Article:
O body, cracked bell
that still sings when struck,
O leaky cup,
O broken stem,
I love you, body,
your crooked path,
your crumbling walls,
your faulty math.
I love the way
you stopped believing
you could ever
hold it all,
how you began
to let yourself
become the one
that’s being held.
I love the graffiti
on your inner halls—
scrawled names of all
who shaped you.
O body, my wreck,
my holey glove,
my street worn sole,
my crumpled page,
forgive me for years
of trying to fix you,
for believing the fable
of whole,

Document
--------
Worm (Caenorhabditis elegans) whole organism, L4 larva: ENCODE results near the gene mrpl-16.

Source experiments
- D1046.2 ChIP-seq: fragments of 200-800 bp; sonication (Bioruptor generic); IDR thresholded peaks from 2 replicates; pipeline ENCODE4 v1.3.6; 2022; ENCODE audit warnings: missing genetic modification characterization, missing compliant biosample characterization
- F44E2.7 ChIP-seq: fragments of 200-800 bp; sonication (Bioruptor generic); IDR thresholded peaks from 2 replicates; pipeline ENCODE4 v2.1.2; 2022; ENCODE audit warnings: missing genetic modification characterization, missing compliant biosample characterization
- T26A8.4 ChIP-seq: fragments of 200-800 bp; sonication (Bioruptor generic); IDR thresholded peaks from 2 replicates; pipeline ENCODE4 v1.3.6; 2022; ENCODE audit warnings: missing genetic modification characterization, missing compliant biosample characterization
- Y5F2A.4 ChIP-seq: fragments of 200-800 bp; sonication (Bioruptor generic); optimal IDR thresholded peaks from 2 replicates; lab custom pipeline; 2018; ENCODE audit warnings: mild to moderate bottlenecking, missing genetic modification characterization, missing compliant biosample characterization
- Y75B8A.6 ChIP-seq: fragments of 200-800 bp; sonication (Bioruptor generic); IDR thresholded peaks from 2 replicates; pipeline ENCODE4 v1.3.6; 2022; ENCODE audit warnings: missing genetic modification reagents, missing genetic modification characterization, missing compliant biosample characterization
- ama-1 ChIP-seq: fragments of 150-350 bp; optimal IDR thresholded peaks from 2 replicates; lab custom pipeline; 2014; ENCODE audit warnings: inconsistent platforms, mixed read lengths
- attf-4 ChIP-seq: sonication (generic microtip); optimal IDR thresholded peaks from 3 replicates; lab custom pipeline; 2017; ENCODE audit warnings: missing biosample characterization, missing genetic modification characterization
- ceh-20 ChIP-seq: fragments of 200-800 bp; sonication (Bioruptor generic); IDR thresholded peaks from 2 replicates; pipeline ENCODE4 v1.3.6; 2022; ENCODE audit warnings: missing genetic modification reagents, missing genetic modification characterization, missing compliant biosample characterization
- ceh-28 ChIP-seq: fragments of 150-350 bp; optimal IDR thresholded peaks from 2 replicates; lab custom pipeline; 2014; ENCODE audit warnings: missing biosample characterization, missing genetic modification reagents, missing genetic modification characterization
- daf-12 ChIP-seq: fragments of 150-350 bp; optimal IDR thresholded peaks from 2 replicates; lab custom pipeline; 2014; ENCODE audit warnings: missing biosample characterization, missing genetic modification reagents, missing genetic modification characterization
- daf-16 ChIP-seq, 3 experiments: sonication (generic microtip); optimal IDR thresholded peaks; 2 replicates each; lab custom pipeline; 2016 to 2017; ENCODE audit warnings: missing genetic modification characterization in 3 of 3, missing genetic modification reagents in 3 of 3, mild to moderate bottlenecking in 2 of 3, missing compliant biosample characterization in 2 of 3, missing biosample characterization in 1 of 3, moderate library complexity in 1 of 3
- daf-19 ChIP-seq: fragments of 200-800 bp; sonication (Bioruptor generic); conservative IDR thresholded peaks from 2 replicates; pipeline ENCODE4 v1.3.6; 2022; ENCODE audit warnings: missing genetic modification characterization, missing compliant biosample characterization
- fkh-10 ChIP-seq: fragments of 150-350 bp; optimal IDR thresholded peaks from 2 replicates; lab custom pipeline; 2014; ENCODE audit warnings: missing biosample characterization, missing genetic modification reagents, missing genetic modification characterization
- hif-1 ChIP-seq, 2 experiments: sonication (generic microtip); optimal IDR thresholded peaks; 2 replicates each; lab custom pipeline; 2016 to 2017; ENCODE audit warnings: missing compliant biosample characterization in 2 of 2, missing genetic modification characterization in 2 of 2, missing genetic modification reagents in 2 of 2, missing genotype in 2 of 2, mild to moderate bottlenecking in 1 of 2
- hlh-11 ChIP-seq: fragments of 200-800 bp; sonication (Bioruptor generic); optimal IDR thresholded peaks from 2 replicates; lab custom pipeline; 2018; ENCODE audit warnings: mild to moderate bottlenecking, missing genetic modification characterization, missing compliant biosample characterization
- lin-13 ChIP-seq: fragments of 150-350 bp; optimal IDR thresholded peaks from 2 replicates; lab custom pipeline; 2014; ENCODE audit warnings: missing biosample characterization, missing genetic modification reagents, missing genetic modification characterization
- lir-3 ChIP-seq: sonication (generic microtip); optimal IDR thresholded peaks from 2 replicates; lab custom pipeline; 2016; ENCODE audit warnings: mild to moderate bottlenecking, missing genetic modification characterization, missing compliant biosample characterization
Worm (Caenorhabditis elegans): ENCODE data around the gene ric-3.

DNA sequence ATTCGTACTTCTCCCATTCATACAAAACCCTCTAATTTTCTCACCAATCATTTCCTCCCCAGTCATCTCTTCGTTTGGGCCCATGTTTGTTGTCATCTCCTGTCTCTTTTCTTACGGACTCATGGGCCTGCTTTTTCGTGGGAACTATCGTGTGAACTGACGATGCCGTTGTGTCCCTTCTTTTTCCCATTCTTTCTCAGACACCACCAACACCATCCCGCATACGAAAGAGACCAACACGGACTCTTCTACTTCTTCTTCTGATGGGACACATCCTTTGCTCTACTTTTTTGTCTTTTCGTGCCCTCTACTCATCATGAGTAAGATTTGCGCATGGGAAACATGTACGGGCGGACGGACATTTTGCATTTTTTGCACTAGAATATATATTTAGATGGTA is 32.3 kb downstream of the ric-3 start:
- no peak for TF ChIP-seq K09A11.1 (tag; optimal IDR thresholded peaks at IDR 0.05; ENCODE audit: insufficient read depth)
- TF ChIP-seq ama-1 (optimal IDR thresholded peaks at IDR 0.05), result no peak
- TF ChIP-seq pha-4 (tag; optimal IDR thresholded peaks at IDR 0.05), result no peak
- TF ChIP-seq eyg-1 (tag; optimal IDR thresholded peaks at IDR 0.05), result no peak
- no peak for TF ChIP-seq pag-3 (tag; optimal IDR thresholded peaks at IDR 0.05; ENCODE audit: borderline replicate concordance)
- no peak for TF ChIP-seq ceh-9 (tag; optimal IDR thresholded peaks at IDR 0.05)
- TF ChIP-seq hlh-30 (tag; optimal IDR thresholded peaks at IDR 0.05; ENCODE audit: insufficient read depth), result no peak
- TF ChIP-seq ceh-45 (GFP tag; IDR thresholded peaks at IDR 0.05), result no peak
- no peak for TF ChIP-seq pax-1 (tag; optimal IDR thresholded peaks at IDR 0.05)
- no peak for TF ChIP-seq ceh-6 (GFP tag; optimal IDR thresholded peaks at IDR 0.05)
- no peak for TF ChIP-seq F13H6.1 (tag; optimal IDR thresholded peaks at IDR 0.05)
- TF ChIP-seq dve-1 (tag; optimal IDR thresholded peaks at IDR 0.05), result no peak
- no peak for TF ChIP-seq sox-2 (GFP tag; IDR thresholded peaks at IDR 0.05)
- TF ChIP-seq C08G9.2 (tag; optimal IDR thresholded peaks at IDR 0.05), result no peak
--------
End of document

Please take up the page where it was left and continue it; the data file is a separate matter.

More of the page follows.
you, my perfect
wounded heart,
my stuttered hymn,
my sacred
begging bowl.


Posted by kind permission of the poet.


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Rosemerry Wahtola Trommer

Rosemerry Wahtola Trommer

About the author

Rosemerry Wahtola Trommer co-hosts Emerging Form podcast on creative process, Secret Agents of Change (a surreptitious kindness cabal) and Soul Writers Circle. Her poetry has appeared on A Prairie Home Companion, PBS News Hour, O Magazine, American Life in Poetry, Carnegie Hall stage, river rocks, and her daily poetry blog, A Hundred Falling Veils. Her most recent collection, Hush, won the Halcyon Prize. Naked for Tea was a finalist for the Able Muse Book Award. One-word mantra: Adjust.